Ecommerce (or e-commerce) stands for Electronic Commerce. In other words, any form of commercial activity conducted electronically, usually on the Internet. When a company sells a product or service to customers online, that is a form of ecommerce. The term ecommerce covers a range of activities where an online financial transaction is involved, for example: retailing, wholesaling, online shopping, Internet banking, and online auctions to name but a few. Companies can sell products that may be physical or digital. Ecommerce also covers the sale of services, sometimes through subscription.
Ecommerce has been with us for quite a few years now, in fact since 1994, when the first online transaction was made using encryption technology. Since then, we have seen the rise of goliaths such as Amazon and Ebay. These companies took advantage of the dot com boom and the shift towards the digitalisation of banking, and secure payment gateways, which has subsequently led to the decline of traditional high street retail shopping.
Ecommerce sales globally are now estimated to be in the range of trillions of pounds a year. By 2040, it is estimated that approximately 95% of all retail will be via ecommerce. The advantages to the consumer are obvious: they can shop whenever they want 24/7. Many companies now offer next day or even same day delivery. So it looks like it’s here to stay.
Types of Ecommerce Business
They fall into several classifications, but there are three main types. These are:
- Shops that sell physical products online
- Shops that sell digital products online
- Companies that sell services online
Ecommerce businesses do not necessarily follow the Business to Consumer (B2C) model either. They can also be found engaged in Business to Business (B2B), Consumer to Consumer (C2C), or Consumer to Business (C2B) activity.
Ecommerce transactions take place on the web via a platform. There are a variety of platforms available. They all basically enable a seller to set up shop and sell their products or services online. They most often utilise a form of shopping ‘basket’ into which the buyer ‘virtually’ places the products they want to buy before paying for them at the ‘checkout’. Payment is then made, usually via a credit card or debit card and a secure payment gateway.
One of the most popular platforms is WooCommerce. It is an open-source platform specifically designed to interface with WordPress. It is very powerful and flexible, and comes with all the essential features needed for a professional e-commerce website, including unlimited products, order management system, and fully customisable shipping options. For this reason it is our platform of choice. Other popular platforms include: Salesforce; BigCommerce; Oracle Commerce; Shopify; Magneto and Drupal Commerce. They all have their own merits, and depending on the objectives and scale of a given e-commerce project they are all more or less suitable.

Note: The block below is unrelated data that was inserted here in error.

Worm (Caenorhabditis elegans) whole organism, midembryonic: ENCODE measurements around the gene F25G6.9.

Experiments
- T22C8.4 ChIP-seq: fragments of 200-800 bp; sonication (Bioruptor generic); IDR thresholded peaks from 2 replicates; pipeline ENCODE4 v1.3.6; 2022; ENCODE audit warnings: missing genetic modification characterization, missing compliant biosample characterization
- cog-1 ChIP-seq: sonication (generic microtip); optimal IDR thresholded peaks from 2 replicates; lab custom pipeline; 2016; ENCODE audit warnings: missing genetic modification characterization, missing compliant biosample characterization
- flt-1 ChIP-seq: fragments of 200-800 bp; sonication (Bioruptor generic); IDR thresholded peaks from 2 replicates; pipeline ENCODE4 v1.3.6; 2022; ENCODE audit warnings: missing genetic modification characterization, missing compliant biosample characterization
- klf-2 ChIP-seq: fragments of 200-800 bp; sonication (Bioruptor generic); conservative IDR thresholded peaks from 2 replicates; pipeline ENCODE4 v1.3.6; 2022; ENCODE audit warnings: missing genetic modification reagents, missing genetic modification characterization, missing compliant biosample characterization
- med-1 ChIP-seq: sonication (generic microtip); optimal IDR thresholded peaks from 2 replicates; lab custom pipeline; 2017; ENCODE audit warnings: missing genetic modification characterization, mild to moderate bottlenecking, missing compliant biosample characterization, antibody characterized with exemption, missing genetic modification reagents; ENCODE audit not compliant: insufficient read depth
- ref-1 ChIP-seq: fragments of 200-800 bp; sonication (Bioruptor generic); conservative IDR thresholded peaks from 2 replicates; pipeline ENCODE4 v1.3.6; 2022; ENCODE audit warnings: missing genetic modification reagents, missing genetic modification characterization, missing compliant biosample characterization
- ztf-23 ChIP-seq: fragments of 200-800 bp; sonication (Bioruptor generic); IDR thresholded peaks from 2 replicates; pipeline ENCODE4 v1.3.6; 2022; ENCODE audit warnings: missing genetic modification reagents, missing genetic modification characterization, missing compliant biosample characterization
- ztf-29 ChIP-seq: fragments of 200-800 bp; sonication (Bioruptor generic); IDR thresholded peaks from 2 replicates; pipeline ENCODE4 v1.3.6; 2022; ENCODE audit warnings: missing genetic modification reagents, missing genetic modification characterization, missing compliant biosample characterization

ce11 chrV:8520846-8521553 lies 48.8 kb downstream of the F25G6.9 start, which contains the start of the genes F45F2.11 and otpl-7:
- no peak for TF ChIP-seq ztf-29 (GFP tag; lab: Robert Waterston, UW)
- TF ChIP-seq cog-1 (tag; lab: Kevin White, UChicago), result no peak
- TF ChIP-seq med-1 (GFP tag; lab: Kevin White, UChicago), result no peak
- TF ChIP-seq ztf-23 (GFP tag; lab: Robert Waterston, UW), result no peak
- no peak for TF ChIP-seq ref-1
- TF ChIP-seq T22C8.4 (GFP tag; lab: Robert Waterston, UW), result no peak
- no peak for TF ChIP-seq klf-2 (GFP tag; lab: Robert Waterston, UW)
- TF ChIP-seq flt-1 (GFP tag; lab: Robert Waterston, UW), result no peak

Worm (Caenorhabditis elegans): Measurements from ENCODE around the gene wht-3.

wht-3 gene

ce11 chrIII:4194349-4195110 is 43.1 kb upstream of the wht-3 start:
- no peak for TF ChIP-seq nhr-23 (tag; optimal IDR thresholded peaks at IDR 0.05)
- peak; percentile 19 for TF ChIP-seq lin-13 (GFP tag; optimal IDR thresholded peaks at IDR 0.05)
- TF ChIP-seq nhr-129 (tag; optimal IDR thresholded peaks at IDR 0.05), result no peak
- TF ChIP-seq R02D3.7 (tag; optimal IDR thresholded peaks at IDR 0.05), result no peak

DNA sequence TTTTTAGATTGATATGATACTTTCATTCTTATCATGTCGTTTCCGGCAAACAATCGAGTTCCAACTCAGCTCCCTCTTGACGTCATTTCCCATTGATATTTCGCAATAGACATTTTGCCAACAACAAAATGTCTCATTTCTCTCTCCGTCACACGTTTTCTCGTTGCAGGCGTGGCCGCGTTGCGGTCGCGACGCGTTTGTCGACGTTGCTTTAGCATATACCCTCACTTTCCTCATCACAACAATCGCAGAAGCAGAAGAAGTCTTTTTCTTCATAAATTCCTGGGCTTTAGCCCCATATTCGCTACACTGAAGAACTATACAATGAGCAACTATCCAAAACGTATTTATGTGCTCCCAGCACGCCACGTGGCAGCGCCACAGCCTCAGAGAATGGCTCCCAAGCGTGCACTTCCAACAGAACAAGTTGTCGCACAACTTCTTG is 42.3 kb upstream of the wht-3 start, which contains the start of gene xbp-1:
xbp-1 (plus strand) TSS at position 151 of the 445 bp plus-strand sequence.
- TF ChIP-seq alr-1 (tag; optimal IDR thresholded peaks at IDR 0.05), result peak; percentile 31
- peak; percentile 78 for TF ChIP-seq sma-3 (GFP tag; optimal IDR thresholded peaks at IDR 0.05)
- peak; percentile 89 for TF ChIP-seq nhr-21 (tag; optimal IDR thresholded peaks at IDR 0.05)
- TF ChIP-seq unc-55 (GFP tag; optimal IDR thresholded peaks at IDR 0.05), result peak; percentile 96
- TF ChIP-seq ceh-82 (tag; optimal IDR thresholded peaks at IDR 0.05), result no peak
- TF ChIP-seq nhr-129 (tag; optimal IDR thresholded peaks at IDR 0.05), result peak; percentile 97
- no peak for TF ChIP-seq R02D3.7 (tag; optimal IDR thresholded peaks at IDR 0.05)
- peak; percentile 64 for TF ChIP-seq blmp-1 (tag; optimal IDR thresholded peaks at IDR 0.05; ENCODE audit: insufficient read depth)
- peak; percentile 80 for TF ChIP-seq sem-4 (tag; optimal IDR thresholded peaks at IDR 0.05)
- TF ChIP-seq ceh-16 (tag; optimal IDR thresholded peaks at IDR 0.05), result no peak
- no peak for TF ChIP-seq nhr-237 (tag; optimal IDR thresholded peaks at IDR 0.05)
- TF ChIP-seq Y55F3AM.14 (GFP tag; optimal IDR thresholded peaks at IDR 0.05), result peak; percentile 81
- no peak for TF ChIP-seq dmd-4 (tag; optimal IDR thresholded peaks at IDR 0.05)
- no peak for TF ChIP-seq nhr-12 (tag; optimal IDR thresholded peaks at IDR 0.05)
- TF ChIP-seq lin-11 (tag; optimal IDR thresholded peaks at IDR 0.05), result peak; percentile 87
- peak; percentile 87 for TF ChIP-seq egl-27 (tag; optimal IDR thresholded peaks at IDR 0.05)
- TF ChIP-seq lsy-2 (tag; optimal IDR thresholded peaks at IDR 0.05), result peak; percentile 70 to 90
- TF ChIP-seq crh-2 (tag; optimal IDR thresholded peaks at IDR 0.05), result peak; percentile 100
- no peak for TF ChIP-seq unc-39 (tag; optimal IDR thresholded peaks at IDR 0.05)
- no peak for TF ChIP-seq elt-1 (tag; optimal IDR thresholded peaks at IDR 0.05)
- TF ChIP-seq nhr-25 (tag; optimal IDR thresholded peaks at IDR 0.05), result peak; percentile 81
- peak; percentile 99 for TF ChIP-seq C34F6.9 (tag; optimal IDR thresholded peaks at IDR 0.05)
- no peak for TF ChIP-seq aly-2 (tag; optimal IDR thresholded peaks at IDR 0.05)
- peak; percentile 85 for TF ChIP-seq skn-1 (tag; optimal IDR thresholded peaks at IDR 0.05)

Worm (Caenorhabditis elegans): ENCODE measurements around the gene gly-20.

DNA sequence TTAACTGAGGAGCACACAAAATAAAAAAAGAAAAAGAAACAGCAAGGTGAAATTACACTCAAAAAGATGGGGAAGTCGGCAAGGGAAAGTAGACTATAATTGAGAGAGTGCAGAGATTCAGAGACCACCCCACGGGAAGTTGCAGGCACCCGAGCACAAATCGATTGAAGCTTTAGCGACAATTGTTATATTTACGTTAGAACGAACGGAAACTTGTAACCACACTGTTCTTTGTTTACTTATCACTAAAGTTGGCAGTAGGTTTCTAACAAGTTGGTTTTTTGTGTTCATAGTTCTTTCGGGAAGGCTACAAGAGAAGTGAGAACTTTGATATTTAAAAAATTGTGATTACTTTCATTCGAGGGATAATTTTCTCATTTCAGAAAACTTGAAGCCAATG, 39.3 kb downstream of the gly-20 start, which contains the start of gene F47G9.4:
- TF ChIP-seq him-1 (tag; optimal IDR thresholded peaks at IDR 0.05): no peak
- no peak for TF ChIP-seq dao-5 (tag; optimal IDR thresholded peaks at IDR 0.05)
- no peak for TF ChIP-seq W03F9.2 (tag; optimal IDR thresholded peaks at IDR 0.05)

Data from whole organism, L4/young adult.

Marketplaces provide platforms that allow sellers to showcase their products or services to a truly global audience. Marketplace platforms are very popular with consumers because of the huge selection of products and services they can sell. The big players need no introduction, i.e. Amazon, Ebay and Itsy. They are very popular with big businesses and established brands that want to expand their market channels and reach new audiences.
Social Media and Ecommerce
Social media platforms can integrate very well with any company’s ecommerce activities. They help a business to increase brand awareness by cultivating a following, and reach a wider audience. They can be very useful in forming a bridge or link to a business’s ecommerce site. Most social media platforms are not used for selling directly but use appealing visuals to showcase products and services, to attract customers, and then redirect them to the actual shop. Social media platforms are now slowly moving towards allowing retailers to sell directly on the platform without leaving it.
Time for you to get a cut of the action?
So there you have it. We hope this has helped you learned it more about ecommerce. Now you’re a bit more clued-up on if you’d like a bit more help on deciding which might work platform is best for you, or you just need some advice about performance and analysis, product branding or search engine optimisation (SEO), here at Wessex digital HQ we are ready to listen and would be delighted to help you on your journey to commercial success.